A few months ago, I spoke to a client who was let go of her job. She was the CEO of a large product company and had only been in the role for less than two years. Under her watch, the company had lost its market share by about 30 percent to a competitor and also lost a third of its revenue. What happened?
A few months before she had come into office, a vendor had been collaborating with the company to build a technology (a chip) for one of their core products. When the technology was done (late 2007), the CIO and the executive team decided not to pursue it saying “they did not need it.” After all, they were doing very well, selling products and making money. The frustrated vendor went to the competitor and sold it to them. This happened, incidentally, right after my client—the new CEO—came on board.
A few months ago, after two years of losses, the company decided to purchase its competitor’s product—literally from a public store at the mall—and dissect it, only to learn that the technology they turned down (the chip) was in fact the one the competitor was using. The CEO wanted to hold accountable the people who were responsible for (1) turning away the technology, and (2) for taking so long to figure out the reason behind the losses. This seems like a classic business school case study, only it just happened and it is still unraveling.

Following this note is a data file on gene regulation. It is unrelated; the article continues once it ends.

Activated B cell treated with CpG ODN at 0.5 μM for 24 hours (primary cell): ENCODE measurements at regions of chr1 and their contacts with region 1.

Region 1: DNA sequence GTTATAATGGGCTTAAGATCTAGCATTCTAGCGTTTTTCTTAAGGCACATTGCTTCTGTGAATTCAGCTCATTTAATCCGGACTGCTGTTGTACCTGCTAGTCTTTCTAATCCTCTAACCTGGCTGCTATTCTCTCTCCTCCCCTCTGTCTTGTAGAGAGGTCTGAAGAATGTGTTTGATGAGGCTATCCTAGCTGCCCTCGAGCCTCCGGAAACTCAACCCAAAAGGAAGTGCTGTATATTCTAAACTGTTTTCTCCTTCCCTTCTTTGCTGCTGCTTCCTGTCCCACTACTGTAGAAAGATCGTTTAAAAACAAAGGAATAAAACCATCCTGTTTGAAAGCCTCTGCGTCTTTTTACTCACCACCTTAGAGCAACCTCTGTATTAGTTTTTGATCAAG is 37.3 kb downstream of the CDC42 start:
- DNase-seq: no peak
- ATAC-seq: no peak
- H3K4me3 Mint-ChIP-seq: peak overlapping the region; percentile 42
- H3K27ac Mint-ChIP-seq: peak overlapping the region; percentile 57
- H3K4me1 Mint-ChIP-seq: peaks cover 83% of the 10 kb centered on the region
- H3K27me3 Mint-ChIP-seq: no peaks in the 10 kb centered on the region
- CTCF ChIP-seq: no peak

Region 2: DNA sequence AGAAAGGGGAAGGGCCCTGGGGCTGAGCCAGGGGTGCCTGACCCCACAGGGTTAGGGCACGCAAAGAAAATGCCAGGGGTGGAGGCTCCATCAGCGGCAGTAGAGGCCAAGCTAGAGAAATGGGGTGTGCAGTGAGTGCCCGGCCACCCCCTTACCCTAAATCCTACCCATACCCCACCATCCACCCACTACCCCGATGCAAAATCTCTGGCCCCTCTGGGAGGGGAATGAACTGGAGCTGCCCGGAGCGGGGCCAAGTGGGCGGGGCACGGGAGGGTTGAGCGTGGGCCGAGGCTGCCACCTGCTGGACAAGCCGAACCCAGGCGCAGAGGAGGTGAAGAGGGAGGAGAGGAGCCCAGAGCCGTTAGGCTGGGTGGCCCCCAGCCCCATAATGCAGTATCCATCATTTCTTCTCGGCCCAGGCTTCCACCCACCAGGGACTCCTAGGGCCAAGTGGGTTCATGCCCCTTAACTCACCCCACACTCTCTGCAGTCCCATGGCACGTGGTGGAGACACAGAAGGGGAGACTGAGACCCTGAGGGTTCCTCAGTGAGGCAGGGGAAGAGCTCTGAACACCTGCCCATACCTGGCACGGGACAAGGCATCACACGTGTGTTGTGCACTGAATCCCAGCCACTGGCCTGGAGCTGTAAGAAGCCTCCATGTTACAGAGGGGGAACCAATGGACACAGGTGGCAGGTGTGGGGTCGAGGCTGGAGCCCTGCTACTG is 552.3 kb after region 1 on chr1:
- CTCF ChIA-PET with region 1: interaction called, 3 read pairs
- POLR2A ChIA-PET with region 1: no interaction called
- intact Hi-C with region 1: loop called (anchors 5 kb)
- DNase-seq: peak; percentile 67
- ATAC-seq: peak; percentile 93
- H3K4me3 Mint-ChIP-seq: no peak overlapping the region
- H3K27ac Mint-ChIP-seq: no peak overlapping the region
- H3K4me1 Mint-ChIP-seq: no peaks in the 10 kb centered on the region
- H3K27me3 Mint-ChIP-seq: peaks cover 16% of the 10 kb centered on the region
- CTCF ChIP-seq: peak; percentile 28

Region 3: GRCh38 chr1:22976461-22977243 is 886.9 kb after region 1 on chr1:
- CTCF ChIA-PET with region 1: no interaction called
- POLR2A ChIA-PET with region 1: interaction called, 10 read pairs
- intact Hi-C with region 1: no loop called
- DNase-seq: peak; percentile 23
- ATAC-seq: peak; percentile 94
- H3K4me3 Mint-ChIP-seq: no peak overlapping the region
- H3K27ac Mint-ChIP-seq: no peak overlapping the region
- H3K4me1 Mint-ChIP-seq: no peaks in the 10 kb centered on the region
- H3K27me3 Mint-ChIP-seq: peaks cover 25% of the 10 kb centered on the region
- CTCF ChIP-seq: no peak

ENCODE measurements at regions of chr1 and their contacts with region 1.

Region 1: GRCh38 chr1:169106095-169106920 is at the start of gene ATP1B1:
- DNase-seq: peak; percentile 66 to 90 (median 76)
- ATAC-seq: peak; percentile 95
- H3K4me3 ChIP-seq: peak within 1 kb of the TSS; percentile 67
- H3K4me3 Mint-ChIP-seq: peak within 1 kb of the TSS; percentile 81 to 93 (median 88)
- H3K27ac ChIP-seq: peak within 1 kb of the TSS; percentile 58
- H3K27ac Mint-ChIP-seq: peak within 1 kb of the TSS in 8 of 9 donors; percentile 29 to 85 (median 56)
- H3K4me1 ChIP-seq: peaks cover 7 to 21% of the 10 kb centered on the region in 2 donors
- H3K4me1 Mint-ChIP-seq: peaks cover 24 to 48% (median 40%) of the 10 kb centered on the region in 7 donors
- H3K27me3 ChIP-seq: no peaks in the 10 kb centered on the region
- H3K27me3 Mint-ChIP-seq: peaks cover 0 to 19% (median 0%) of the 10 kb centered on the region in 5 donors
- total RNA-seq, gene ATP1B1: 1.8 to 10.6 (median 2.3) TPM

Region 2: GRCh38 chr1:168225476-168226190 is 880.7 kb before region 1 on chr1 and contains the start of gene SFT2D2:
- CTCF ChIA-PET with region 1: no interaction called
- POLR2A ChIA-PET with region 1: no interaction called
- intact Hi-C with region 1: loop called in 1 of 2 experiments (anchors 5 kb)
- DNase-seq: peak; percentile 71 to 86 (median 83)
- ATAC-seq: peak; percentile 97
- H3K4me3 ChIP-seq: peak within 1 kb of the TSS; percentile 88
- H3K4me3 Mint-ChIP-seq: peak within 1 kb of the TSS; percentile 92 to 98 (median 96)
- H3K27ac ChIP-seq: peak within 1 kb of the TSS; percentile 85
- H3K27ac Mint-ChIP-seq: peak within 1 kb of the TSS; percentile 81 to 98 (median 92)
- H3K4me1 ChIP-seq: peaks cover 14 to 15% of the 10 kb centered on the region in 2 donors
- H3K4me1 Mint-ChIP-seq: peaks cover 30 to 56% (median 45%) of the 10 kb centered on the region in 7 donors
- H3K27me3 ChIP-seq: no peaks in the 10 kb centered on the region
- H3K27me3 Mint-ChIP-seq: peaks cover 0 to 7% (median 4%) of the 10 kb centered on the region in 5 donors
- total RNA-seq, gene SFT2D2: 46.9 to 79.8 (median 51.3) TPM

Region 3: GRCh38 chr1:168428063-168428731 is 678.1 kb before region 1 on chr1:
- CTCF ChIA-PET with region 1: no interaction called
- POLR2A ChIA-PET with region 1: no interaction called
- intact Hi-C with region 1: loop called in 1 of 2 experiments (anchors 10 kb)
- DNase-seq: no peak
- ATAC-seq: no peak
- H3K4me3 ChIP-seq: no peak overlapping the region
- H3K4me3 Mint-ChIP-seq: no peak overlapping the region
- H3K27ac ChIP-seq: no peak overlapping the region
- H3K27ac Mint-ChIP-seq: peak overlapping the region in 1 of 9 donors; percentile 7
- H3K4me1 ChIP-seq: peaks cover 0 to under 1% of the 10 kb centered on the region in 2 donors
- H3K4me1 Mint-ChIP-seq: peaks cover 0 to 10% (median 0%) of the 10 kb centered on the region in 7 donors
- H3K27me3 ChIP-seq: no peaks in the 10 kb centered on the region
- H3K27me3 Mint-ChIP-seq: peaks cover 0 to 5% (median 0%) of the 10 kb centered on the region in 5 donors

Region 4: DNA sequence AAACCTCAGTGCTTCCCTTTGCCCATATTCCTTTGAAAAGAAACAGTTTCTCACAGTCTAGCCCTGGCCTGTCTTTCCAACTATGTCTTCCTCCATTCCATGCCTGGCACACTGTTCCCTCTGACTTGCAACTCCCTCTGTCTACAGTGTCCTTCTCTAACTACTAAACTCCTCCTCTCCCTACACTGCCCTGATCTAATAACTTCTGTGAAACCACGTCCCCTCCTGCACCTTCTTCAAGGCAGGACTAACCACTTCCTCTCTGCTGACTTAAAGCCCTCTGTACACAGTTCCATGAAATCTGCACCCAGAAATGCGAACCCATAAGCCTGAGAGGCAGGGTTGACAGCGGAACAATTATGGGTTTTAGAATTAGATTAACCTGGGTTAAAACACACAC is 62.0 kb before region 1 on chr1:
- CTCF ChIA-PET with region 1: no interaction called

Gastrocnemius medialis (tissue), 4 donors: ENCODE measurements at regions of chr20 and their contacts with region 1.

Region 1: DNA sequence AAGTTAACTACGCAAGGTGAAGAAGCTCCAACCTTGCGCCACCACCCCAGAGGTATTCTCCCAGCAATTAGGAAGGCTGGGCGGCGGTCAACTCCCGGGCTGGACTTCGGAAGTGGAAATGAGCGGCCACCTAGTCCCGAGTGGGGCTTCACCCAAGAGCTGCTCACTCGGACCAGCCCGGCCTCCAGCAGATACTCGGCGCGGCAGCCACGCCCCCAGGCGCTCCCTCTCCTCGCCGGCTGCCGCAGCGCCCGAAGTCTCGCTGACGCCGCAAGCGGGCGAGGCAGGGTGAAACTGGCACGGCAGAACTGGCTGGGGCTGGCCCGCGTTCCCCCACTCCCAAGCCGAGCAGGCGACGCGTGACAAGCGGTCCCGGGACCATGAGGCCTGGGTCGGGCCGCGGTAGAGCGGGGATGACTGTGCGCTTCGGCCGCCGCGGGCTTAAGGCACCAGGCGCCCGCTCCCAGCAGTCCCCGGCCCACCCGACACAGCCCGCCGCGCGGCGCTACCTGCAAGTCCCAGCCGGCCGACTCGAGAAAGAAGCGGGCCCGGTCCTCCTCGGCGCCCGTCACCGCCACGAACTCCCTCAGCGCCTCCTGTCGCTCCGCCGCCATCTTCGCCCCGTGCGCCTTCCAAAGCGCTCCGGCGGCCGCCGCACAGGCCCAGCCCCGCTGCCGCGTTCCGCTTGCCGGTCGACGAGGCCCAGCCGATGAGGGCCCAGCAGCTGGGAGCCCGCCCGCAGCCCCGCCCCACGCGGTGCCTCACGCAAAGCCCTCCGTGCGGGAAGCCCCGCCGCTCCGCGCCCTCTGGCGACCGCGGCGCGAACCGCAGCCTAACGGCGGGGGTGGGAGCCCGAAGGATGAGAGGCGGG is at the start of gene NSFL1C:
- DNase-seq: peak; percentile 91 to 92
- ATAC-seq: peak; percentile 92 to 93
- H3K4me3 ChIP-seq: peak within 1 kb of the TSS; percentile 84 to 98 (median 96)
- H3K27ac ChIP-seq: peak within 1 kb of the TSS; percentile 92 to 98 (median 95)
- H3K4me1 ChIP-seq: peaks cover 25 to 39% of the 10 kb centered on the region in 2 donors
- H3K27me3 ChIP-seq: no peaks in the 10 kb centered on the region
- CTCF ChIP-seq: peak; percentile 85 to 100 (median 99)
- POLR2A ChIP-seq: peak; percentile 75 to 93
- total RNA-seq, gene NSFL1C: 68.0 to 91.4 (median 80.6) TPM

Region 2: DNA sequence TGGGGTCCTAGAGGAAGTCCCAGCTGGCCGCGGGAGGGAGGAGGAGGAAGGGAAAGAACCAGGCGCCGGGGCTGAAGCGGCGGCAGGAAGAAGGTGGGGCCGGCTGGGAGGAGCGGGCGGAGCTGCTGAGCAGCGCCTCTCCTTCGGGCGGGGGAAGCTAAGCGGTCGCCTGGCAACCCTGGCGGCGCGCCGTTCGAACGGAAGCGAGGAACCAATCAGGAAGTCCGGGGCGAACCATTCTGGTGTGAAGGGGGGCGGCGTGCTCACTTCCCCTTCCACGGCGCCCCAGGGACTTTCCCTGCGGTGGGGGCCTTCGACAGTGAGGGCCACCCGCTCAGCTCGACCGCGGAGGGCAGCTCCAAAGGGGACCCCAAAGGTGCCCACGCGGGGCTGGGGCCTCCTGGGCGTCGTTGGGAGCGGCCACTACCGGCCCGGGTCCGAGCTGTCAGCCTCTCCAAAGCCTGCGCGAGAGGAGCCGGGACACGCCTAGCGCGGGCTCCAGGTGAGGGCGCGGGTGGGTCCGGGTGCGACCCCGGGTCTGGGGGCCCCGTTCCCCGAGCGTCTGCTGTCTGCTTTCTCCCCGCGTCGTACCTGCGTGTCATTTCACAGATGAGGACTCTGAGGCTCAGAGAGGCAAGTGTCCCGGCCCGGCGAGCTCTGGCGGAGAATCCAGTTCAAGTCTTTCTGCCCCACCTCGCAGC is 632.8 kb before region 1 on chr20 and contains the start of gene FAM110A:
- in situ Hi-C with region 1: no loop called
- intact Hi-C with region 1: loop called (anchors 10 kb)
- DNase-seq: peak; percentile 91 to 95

Because the CEO was new and the “culprits” were incumbents, the CEO became the convenient scapegoat. The executive who made the decision to turn down the technology was just announced as the new CEO and his first order of business was to put a core team in place to help them get out of the slump. Who was on that core team of executives? All the same incumbents that created the situation.
What is the lesson here? I’d welcome your thoughts…